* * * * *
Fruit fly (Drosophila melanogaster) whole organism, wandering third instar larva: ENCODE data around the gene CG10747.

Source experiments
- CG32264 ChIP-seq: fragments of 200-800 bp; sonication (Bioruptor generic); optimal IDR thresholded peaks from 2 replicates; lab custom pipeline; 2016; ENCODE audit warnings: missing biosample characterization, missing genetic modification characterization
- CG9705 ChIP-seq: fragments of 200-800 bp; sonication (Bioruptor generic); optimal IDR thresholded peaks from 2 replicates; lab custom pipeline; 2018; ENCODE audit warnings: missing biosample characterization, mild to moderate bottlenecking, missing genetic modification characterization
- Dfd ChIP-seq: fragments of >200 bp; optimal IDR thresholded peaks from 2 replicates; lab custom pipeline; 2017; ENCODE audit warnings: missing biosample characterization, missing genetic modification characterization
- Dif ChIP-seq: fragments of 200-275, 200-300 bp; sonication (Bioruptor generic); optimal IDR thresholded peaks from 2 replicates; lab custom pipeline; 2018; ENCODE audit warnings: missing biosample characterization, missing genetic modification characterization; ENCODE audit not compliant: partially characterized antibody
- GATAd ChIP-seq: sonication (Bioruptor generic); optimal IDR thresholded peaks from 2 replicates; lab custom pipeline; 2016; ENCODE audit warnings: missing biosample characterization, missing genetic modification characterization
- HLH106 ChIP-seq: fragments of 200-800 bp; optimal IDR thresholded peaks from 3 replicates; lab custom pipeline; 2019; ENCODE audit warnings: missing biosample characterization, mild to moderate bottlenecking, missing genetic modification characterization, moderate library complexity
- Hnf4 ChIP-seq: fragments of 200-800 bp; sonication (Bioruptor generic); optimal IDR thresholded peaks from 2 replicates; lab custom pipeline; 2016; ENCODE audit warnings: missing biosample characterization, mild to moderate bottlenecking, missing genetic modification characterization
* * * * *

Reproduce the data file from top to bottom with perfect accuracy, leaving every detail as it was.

Fruit fly (Drosophila melanogaster) whole organism, wandering third instar larva: ENCODE data around the gene CG10747.

Source experiments
- CG32264 ChIP-seq: fragments of 200-800 bp; sonication (Bioruptor generic); optimal IDR thresholded peaks from 2 replicates; lab custom pipeline; 2016; ENCODE audit warnings: missing biosample characterization, missing genetic modification characterization
- CG9705 ChIP-seq: fragments of 200-800 bp; sonication (Bioruptor generic); optimal IDR thresholded peaks from 2 replicates; lab custom pipeline; 2018; ENCODE audit warnings: missing biosample characterization, mild to moderate bottlenecking, missing genetic modification characterization
- Dfd ChIP-seq: fragments of >200 bp; optimal IDR thresholded peaks from 2 replicates; lab custom pipeline; 2017; ENCODE audit warnings: missing biosample characterization, missing genetic modification characterization
- Dif ChIP-seq: fragments of 200-275, 200-300 bp; sonication (Bioruptor generic); optimal IDR thresholded peaks from 2 replicates; lab custom pipeline; 2018; ENCODE audit warnings: missing biosample characterization, missing genetic modification characterization; ENCODE audit not compliant: partially characterized antibody
- GATAd ChIP-seq: sonication (Bioruptor generic); optimal IDR thresholded peaks from 2 replicates; lab custom pipeline; 2016; ENCODE audit warnings: missing biosample characterization, missing genetic modification characterization
- HLH106 ChIP-seq: fragments of 200-800 bp; optimal IDR thresholded peaks from 3 replicates; lab custom pipeline; 2019; ENCODE audit warnings: missing biosample characterization, mild to moderate bottlenecking, missing genetic modification characterization, moderate library complexity
- Hnf4 ChIP-seq: fragments of 200-800 bp; sonication (Bioruptor generic); optimal IDR thresholded peaks from 2 replicates; lab custom pipeline; 2016; ENCODE audit warnings: missing biosample characterization, mild to moderate bottlenecking, missing genetic modification characterization